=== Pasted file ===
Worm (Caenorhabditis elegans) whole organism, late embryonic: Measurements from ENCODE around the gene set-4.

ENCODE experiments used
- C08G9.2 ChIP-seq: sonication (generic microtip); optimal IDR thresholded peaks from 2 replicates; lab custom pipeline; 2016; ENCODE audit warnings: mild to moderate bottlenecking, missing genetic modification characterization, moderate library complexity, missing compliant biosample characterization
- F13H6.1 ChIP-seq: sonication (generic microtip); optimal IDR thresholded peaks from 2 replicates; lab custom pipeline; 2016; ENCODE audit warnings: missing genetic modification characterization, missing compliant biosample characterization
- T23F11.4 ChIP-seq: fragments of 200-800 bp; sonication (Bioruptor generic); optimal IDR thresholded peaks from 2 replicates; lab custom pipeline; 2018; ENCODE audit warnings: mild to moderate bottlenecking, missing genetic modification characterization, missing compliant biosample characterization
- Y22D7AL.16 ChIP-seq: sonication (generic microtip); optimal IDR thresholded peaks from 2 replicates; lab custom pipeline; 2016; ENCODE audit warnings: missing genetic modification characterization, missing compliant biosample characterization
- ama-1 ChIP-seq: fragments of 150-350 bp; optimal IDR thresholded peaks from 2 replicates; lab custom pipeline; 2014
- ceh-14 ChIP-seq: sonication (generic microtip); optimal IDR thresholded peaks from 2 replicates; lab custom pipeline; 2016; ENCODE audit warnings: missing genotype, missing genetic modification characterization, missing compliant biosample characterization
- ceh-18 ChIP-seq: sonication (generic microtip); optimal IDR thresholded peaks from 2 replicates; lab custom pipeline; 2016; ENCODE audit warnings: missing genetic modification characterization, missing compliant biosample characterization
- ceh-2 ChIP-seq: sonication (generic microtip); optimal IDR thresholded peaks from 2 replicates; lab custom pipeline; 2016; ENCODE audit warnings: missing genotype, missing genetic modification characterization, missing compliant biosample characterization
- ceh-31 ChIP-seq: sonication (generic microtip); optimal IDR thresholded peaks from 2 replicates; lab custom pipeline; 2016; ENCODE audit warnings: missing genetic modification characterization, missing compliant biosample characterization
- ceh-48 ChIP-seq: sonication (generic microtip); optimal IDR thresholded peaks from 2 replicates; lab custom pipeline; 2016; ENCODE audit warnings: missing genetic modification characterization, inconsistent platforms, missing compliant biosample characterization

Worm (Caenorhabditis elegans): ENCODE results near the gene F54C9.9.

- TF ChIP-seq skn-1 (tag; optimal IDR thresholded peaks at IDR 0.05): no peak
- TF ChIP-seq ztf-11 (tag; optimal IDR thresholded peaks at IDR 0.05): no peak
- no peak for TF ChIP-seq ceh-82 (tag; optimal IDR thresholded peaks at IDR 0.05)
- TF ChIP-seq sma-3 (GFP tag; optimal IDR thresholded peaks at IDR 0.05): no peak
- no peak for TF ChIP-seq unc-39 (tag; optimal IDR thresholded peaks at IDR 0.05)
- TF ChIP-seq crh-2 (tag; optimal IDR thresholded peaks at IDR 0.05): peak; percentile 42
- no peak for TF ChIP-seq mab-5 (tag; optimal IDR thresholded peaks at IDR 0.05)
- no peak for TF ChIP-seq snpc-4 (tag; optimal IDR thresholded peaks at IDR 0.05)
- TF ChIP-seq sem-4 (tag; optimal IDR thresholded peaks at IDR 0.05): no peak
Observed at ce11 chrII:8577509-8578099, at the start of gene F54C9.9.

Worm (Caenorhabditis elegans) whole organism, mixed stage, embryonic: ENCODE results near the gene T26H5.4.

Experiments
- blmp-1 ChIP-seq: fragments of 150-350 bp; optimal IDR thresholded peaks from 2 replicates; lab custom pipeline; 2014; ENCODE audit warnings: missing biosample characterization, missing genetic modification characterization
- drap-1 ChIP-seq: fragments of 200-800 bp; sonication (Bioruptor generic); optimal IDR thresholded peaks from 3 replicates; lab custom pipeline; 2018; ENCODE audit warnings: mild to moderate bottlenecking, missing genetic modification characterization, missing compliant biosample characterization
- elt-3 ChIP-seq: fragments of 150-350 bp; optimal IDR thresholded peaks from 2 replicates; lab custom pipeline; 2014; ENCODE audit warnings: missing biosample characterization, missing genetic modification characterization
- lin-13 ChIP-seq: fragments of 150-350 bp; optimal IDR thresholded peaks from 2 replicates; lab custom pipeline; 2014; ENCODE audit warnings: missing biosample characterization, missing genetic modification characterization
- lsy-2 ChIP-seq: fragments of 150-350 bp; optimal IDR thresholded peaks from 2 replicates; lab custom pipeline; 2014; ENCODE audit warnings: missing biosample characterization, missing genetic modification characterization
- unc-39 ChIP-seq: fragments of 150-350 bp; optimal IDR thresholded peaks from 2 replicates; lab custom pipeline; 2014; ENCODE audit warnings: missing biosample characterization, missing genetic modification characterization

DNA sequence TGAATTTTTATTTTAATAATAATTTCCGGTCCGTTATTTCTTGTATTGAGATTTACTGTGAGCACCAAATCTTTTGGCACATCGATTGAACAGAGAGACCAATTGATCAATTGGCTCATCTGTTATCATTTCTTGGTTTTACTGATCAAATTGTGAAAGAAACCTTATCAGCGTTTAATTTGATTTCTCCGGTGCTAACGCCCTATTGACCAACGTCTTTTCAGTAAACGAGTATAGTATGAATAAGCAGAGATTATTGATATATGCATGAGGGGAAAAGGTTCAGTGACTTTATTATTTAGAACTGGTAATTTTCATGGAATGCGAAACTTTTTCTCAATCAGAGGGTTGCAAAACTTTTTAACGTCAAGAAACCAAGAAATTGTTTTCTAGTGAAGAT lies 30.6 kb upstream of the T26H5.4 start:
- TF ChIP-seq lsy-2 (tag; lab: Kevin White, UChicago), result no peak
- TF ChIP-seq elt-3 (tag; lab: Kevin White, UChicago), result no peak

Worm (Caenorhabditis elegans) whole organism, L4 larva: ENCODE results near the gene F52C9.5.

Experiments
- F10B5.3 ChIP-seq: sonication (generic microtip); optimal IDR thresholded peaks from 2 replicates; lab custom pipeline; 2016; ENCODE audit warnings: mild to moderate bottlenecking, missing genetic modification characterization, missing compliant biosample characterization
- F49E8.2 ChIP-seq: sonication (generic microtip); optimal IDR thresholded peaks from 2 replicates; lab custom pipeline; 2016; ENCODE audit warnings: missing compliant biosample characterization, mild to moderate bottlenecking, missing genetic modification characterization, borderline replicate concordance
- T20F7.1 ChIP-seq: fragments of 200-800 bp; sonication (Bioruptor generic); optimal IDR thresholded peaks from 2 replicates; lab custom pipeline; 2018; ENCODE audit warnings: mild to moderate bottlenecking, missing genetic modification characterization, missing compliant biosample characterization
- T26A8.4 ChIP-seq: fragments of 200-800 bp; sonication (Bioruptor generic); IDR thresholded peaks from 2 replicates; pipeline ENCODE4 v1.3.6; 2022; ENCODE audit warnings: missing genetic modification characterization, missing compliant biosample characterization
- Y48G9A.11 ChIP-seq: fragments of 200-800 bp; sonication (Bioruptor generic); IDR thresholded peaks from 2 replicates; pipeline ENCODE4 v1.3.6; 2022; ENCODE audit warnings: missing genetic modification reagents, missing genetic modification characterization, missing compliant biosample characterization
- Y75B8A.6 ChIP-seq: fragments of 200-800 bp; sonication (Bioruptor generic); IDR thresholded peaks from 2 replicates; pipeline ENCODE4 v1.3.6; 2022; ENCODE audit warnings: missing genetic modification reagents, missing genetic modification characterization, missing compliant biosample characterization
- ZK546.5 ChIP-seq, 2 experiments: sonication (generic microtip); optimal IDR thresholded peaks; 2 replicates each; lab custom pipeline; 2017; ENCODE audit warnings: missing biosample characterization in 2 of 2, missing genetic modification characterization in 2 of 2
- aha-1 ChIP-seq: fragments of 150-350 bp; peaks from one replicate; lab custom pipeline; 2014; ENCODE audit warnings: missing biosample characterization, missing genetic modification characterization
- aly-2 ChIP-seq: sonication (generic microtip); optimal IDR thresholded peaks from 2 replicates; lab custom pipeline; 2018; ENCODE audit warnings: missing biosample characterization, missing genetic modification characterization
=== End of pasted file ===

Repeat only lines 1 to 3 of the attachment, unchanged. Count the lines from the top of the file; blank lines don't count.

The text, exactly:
Worm (Caenorhabditis elegans) whole organism, late embryonic: Measurements from ENCODE around the gene set-4.

ENCODE experiments used
- C08G9.2 ChIP-seq: sonication (generic microtip); optimal IDR thresholded peaks from 2 replicates; lab custom pipeline; 2016; ENCODE audit warnings: mild to moderate bottlenecking, missing genetic modification characterization, moderate library complexity, missing compliant biosample characterization